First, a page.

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The latter "aus" is, as you correctly recognized, part of the verb "ausziehen". The former "aus" is a preposition that denotes what the speakers are moving out of. Let's break down the sentence:

Wir ziehen aus.

We move out.

This sentene doesn't specify what the speakers are moving out of. If we want to add this information, the part of the sentence would be

... aus der Wohnung ...

... out of the appartment ...

So, the sentence as a whole is

Wir ziehen aus der Wohnung aus.

We move (out) out of the appartment.

If we use the same construction with a verb that doesn't contain "aus", we could say

Wir tragen die Koffer aus der Wohnung.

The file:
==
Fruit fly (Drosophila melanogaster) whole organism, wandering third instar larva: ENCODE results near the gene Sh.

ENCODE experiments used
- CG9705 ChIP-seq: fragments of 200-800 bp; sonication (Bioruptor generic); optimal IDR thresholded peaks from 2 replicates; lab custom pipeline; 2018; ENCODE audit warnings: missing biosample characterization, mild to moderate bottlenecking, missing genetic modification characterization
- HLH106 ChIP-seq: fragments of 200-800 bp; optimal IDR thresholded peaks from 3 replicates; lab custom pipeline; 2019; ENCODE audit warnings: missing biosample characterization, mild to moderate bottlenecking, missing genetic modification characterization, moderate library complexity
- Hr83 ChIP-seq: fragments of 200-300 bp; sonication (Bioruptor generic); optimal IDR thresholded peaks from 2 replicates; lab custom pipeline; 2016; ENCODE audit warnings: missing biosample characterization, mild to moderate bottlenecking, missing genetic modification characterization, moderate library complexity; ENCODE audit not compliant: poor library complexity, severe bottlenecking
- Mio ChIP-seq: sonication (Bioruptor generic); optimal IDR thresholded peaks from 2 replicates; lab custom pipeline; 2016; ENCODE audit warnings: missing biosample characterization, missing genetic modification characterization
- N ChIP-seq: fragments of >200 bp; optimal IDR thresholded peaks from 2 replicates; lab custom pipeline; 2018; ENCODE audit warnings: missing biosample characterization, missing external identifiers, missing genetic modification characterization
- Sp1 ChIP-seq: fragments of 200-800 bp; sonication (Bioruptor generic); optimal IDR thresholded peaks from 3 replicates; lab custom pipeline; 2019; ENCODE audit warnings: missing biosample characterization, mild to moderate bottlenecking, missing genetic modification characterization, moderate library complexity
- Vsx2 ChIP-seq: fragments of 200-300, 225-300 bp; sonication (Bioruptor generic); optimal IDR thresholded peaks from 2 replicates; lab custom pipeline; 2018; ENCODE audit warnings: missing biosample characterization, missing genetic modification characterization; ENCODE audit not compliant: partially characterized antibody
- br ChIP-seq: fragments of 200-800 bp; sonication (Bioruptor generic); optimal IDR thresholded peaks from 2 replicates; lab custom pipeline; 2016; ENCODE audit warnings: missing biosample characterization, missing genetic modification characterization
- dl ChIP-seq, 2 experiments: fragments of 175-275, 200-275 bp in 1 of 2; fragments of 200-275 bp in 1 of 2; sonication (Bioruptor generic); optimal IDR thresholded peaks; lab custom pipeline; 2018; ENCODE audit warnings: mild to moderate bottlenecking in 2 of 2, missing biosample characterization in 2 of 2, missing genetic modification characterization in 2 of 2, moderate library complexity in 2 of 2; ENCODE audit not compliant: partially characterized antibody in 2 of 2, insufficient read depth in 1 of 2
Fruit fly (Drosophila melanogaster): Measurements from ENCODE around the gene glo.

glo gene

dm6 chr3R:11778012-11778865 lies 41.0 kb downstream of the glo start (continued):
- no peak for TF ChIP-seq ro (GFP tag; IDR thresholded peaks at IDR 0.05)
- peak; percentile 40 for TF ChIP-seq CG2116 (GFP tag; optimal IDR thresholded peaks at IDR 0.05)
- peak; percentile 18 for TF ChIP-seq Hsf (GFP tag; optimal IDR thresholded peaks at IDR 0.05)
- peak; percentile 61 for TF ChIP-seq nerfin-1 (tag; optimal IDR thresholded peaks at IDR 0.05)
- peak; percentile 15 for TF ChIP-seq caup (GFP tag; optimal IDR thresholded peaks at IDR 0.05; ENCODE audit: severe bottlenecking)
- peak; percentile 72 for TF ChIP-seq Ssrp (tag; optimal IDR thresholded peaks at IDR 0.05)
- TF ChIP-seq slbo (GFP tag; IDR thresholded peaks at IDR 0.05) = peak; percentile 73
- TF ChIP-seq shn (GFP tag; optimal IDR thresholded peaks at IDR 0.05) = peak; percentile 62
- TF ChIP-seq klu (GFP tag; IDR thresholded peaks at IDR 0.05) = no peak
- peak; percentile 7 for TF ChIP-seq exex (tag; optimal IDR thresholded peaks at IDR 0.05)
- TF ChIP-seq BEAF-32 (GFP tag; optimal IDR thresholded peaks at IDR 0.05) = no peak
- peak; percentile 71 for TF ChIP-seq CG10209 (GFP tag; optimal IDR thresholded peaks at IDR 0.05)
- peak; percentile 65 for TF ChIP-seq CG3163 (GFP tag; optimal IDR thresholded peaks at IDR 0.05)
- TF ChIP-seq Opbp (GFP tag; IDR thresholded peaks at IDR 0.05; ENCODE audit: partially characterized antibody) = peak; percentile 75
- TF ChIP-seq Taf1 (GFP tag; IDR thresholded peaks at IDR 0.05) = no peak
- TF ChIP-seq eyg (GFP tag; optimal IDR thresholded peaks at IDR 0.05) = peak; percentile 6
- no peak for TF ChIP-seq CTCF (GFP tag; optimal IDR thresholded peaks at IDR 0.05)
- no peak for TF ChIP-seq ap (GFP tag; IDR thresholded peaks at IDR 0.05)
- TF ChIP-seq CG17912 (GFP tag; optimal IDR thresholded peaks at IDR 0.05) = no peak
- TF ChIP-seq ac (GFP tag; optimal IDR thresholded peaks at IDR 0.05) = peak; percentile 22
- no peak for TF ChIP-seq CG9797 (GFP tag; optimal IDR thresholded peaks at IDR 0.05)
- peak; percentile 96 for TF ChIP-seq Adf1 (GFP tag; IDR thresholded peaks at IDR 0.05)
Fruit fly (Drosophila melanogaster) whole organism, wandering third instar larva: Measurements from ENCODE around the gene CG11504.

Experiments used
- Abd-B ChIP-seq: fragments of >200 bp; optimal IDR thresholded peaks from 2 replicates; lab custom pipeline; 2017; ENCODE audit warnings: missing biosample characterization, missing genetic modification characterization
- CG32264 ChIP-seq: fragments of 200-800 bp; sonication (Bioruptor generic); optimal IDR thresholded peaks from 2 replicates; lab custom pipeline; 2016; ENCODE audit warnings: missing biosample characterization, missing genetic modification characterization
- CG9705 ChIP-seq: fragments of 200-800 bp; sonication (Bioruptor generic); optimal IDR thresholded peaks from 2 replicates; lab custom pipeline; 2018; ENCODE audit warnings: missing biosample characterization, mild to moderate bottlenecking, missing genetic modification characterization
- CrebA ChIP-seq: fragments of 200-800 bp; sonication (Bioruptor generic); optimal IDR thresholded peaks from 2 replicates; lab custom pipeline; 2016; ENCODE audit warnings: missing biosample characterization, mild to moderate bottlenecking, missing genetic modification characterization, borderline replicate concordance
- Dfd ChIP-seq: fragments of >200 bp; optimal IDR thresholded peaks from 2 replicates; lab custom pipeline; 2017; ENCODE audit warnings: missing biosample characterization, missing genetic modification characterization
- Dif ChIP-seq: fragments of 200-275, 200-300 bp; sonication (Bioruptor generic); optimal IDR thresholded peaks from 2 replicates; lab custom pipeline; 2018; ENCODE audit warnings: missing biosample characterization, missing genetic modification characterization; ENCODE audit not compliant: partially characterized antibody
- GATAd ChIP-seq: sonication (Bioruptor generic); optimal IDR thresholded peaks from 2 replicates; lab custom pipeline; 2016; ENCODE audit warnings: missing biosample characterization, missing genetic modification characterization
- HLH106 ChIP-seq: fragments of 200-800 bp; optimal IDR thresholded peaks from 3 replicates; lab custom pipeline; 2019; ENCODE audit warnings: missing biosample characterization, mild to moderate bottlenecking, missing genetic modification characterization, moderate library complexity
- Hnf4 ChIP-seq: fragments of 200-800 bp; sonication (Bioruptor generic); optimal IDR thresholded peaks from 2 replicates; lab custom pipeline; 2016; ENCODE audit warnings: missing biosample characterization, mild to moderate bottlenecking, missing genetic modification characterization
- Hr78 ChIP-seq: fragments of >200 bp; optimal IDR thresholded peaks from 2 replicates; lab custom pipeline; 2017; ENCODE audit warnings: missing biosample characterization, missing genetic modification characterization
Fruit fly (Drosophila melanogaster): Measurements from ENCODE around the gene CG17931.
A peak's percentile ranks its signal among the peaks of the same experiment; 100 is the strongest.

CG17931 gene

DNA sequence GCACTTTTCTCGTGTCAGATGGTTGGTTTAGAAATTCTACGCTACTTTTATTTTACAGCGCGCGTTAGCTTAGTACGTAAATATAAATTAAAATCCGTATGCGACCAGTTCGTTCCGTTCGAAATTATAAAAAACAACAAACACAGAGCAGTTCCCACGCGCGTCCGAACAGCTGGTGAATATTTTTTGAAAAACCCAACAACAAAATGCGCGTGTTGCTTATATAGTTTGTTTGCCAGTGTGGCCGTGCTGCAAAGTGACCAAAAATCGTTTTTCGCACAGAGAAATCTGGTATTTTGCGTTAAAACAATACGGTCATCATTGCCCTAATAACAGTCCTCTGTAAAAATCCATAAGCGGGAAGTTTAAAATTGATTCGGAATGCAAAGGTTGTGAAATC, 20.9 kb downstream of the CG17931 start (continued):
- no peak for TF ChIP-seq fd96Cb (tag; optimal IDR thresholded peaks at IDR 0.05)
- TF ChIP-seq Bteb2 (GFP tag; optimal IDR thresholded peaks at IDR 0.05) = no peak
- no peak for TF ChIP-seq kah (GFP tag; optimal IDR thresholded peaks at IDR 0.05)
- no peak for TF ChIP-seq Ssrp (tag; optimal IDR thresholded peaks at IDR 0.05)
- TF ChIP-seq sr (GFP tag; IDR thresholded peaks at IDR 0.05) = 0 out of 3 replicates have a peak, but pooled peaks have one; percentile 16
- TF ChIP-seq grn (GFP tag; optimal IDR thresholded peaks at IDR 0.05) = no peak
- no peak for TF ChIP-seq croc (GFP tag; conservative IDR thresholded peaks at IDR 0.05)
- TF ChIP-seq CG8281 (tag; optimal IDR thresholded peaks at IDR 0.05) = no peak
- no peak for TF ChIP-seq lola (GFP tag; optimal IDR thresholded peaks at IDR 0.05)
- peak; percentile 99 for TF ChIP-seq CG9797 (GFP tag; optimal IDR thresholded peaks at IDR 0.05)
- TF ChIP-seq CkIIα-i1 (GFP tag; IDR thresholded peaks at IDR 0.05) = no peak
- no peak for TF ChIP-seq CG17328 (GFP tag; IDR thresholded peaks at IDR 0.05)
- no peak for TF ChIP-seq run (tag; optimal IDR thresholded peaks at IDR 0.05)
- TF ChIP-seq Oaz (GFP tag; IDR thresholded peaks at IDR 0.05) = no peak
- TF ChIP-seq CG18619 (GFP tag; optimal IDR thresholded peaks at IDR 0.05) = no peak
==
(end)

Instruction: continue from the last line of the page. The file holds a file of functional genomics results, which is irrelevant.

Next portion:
We carry the suitcases out of the appartment.

Regarding "wir ziehen der Wohnung aus", this would be understood as to refer to another meaning of "ausziehen", being "to take off clothes". So this would be read as something like "Wir ziehen der Wohnung den Pullover aus", which doesn't make too much sense ;)

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    Excellent answer. "Wir ziehen der Wohnung aus" really isn't a complete German sentence in the first place. It does make grammatical sense with the addition of "den Pullover". Sep 5 '21 at 15:02
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    Unless the writer wanted to convey some metaphorical idea of stripping the house off...
    – Spencer
    Sep 5 '21 at 17:25
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    @Spencer But this would need to be "Wir ziehen die Wohnung aus", wouldn't it? I've heard people described as houses in songs, but describing somebody as an appartment (so that the "appartment" can put on or off clothes) would be a new one to me ;) Sep 5 '21 at 19:22